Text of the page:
Why do words that symbolize really awesome things make internal communicators and employees roll their eyes so far back in their head they may just get stuck like that?
Is it that they are overused? Or is it that organizations are saying they value one thing and doing another?
Or perhaps it’s because when we talk about all of these feel-good buzzwords, we are assuming that they are inherently good for employees and an organization. But when it comes to putting these values into practice, things get messy.
Organizations are scared that with just one wrong step, one mistake, or one bad tweet, a rogue employee could cause major problems that could affect the company’s reputation or bottom line.
So how do we strike the balance between employees who are hungry for transparency and inclusion and risk-averse organizations?
As the lines of internal and external communication blur, communicators everywhere are wondering: Is full transparency from leadership required for building trust and inclusion? And how do we balance transparency with the risk of leaks?
We posed these questions to our all-star panel of internal comms practitioners and experts for their take.
1. To build trust, let employees hear it from you first
Kristen Basu, the Associate Director of Communications at NCAA is used to her organization being in the spotlight and had some insight on how to strike this balance.
“I feel that [transparency] is really important, especially for our organization because we are in the news so much. If we don’t let our employees know what’s going on, they will read about on espn.com or USA Today.
In recent years, we have made a concerted effort to make sure that our employees know exactly what’s going on.
Recently we had a pretty high profile commission campaign. We made sure that there was an all-staff meeting immediately following. We made sure they knew what was going on every step of the way.
There are certain things, for legal reason, that you can’t share with all employees, so you do have to strike a balance.
But I think as long as the intent is there, I think employees understand. But that’s if you’ve earned their trust in the first place.”
2. If you don’t want it external, don’t make it internal
Jen Hall, the Internal Communications Manager at Novant Health knows that when it comes to healthcare organizations, privacy and trust is paramount. Her organization takes a different approach to keep leaks from becoming a problem:
“We won’t put anything out to anyone unless we’re comfortable with it being forwarded to the local news.
We know that we have spouses of our team members that are executives at our competitors. We know that’s a thing.
So we won’t publish anything internally unless we are okay with it being forwarded or shared.
If it can’t get out, we’re not saying a word.”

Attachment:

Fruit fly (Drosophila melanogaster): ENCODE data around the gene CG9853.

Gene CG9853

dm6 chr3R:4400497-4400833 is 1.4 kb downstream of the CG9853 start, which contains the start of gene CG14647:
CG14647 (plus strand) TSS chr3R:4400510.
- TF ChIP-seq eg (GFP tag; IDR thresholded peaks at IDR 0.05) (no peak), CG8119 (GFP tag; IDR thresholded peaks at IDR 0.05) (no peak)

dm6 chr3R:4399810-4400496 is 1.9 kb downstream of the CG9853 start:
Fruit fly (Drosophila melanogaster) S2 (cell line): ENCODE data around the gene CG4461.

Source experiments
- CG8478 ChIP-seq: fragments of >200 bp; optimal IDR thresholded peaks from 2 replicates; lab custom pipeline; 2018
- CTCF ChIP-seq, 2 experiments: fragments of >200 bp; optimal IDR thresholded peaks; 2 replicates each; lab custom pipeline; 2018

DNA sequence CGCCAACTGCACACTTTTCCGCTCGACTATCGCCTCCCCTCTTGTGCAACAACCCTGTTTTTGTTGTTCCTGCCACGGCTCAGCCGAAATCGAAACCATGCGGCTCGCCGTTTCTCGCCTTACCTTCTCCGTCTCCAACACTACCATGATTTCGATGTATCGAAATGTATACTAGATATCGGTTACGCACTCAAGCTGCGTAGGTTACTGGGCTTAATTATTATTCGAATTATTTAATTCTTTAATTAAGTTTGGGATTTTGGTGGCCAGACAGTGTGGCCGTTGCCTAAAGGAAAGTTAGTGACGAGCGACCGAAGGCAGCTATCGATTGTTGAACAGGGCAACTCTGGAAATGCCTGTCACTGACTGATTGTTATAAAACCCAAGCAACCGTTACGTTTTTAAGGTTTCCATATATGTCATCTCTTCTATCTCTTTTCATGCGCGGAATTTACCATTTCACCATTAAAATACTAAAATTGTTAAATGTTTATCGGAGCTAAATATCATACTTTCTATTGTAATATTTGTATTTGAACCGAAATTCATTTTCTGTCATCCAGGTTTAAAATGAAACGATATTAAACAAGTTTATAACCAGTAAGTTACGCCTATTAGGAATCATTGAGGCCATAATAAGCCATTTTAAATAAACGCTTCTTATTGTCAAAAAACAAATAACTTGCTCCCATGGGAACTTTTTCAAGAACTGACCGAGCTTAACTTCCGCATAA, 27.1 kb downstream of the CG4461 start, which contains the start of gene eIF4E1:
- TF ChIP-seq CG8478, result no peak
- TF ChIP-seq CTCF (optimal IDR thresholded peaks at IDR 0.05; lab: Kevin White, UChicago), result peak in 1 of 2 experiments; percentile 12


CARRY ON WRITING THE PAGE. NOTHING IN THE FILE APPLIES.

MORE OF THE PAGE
3. Tell the truth, tell it first, and tell it all
Sean Williams, the Vice President and Practice Lead of Education and Internal Communications at True Digital Communications argues that the risks of transparency may outweigh the actual harms:
“I think the risk of doing actual harm is pretty minimal.
Unless, of course, the controversial nature of what is circulating around in your organization is going to cause a problem.
You do have to assume in this age of electronic communication that anything can become public at the drop of a hat. So tell the truth.
One crisis communication guy here in town says, “Tell the truth, tell it first, and tell it all.” You want to tell as much as you can.
It goes back to the question of transparency.
You want to be as transparent as you can be. Everybody understands that there are certain topics that are off limits. Everybody gets that and I don’t think it necessarily has the impact that we fear.”
So, when it comes down to it, how you balance transparency with the risk of leaking your internal comms is going to be unique to your company values and what kind of organization you are.
As we saw with Jen and Kristen, how healthcare organizations deal with the risk of leaks is going to be very different than how a collegiate athletics regulatory body manages risk.
No one wants to feel like the organization they work for is being dishonest or shady, but no one is expecting your organization to divulge information that they legally can’t or shouldn’t either.
The point is to be as transparent as you can be and be consistent in your approach.
For example, transparency for your organization may look like being transparent about what you can and can’t share. Just make sure you are building trust with employees by letting them know what you can, first.
But keep in mind that a culture of transparency is not just good for building trust—it can increase collaboration across the organization, it breaks down information silos and boosts productivity and innovation, and could increase loyalty and retention.
Regardless of how your organization decides how to deal with the risk of leaks, more and more internal communicators are going to play a crucial role in building trust within the organization and advising leaders on how to embody an authenticity that helps employees feel good about where they work.
So next time you hear the buzzwords, transparency, authenticity, and inclusion, remember that it’s not about embodying these values perfectly, it’s about being decent, reasonable, and human in your approach.
[Original Post: How can you prevent internal communications from leaking externally?]
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